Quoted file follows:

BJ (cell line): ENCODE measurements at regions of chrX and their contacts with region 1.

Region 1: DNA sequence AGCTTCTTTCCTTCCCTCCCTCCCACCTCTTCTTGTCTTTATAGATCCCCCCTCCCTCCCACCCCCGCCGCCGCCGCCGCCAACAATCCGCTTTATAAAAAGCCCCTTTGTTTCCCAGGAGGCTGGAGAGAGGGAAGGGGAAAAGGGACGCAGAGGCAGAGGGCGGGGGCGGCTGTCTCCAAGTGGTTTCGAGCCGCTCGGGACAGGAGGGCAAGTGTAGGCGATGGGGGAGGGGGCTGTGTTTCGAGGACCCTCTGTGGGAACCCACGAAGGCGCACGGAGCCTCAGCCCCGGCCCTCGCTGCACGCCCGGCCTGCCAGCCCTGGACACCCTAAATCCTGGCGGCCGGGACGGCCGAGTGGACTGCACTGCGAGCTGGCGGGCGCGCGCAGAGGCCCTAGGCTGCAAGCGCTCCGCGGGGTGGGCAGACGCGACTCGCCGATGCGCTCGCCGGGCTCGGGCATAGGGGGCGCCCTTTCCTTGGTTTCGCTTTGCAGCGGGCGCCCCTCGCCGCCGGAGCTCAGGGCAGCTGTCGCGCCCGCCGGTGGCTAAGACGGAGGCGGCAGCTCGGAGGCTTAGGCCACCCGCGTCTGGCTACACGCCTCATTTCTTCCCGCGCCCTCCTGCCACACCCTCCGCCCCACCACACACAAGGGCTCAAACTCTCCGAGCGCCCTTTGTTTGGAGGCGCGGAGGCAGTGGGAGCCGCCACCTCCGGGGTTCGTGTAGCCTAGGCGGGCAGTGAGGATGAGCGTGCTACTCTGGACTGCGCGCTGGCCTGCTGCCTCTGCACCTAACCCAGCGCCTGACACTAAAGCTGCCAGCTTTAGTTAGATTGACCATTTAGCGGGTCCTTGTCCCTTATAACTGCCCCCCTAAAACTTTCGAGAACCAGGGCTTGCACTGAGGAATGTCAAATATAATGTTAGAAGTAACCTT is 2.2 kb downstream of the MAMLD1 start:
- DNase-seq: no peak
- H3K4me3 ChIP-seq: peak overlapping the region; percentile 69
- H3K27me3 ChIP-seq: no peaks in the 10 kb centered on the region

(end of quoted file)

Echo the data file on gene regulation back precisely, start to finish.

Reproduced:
BJ (cell line): ENCODE measurements at regions of chrX and their contacts with region 1.

Region 1: DNA sequence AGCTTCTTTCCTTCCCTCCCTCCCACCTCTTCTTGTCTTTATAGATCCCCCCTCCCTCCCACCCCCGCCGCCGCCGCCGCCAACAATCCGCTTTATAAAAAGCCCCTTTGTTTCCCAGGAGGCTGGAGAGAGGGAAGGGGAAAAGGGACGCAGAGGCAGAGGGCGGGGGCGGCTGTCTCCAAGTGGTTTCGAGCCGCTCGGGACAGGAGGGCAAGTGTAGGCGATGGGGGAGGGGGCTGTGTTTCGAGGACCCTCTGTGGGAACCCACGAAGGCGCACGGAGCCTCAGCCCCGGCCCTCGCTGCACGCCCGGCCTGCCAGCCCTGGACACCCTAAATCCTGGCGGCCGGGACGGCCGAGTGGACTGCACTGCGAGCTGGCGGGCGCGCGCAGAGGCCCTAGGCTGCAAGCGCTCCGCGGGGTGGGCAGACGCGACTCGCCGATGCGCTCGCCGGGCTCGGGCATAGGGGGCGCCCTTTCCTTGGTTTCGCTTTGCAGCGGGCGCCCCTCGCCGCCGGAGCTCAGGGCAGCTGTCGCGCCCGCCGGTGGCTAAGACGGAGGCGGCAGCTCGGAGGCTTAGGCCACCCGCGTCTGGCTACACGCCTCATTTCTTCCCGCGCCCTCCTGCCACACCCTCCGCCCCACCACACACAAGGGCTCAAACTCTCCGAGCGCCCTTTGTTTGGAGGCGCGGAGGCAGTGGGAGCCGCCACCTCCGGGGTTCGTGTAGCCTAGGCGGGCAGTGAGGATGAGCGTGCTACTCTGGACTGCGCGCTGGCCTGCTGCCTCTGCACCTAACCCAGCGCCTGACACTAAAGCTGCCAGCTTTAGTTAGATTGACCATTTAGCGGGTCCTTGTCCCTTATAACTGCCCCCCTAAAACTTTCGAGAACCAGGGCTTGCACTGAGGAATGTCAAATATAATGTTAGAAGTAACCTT is 2.2 kb downstream of the MAMLD1 start:
- DNase-seq: no peak
- H3K4me3 ChIP-seq: peak overlapping the region; percentile 69
- H3K27me3 ChIP-seq: no peaks in the 10 kb centered on the region